The European Commission is to withdraw its proposals to amend the Pregnant Workers Directive.
Changes to the directive, which were announced in 2008, would have increased the minimum period of maternity leave across Europe from 14 to 18 weeks, and then to 20 weeks’ fully-paid maternity leave.
It would have also strengthened measures to protect women from dismissal on returning to work and two weeks’ fully-paid paternity leave.
The draft directive had its first reading by European Parliament in 2010, but had been stalled in the EU Council of Ministers for nearly four years.
The European Commission intends to remove the bill under its Regulatory Fitness and Performance programme (Refit), which is aimed at simplifying EU law.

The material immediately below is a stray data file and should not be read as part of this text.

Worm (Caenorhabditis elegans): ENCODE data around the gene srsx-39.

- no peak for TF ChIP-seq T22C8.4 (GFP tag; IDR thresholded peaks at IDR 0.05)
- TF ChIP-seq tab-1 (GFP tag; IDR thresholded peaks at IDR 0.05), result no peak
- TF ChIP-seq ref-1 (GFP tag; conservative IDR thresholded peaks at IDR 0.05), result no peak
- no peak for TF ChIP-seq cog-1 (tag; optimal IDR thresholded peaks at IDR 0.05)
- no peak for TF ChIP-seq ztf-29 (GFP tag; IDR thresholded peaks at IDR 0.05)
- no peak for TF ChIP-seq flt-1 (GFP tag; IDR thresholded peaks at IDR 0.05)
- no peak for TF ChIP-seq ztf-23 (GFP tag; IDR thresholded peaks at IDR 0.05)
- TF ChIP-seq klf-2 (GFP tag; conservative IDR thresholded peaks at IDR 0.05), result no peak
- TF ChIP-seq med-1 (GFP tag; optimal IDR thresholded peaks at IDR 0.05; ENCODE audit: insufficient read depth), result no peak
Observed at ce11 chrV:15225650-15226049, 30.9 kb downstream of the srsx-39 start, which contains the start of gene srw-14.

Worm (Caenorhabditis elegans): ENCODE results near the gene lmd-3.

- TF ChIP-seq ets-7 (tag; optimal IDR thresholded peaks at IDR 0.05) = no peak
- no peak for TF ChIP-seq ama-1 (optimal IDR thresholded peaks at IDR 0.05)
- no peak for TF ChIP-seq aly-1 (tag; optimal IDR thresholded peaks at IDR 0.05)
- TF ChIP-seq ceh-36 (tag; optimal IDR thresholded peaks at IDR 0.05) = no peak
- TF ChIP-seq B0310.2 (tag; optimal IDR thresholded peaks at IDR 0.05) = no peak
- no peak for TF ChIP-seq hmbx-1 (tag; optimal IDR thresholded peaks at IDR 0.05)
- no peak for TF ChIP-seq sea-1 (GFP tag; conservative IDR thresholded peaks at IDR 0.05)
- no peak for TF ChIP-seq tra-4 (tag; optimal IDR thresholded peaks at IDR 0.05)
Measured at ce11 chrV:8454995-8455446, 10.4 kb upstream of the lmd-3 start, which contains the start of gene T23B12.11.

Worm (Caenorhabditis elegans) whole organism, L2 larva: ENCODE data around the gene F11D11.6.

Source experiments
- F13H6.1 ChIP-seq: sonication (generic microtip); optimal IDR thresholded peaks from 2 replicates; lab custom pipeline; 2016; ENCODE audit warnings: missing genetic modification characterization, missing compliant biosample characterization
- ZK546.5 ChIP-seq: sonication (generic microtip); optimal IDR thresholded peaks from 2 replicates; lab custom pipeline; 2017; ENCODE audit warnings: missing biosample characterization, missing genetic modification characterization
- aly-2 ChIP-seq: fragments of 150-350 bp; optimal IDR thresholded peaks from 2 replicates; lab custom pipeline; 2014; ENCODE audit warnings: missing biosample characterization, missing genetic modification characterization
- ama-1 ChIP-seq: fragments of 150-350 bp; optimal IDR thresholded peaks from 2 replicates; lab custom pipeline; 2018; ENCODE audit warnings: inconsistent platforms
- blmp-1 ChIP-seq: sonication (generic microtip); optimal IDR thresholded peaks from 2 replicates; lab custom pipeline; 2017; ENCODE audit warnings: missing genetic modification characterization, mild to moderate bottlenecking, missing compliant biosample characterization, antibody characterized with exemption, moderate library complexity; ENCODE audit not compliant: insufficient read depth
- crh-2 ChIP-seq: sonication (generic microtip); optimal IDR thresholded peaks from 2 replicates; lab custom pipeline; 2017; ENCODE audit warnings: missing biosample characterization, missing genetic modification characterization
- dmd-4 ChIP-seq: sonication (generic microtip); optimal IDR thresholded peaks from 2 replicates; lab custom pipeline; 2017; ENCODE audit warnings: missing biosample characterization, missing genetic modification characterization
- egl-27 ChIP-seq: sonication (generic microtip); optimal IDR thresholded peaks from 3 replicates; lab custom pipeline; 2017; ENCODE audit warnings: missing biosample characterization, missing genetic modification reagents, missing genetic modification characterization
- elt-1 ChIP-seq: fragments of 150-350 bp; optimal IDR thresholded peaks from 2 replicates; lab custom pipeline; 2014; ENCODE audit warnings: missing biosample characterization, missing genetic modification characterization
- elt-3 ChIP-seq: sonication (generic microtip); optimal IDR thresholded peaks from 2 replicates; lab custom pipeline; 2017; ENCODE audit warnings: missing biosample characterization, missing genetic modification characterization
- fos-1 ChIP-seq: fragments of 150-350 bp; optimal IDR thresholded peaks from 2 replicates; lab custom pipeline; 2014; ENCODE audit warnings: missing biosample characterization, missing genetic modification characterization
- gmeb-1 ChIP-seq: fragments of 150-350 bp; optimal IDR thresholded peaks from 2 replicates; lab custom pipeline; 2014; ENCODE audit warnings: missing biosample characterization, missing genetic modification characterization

The EU Commission said: “The Commission considers it good legislative management to withdraw proposals that do not advance in the legislative process, in order to allow for a fresh start or for alternative ways to achieve the intended legislative purpose.”
Joanna Maycock, secretary general of the European Women’s Lobby, added: “The threat to remove the [Pregnant Workers Directive] from the legislative process is serious and undermines the democratic process of the European Parliament’s adopted position.
“This negates Europe’s rhetoric on its commitment to gender equality and effective work-life balance for women and men in Europe.”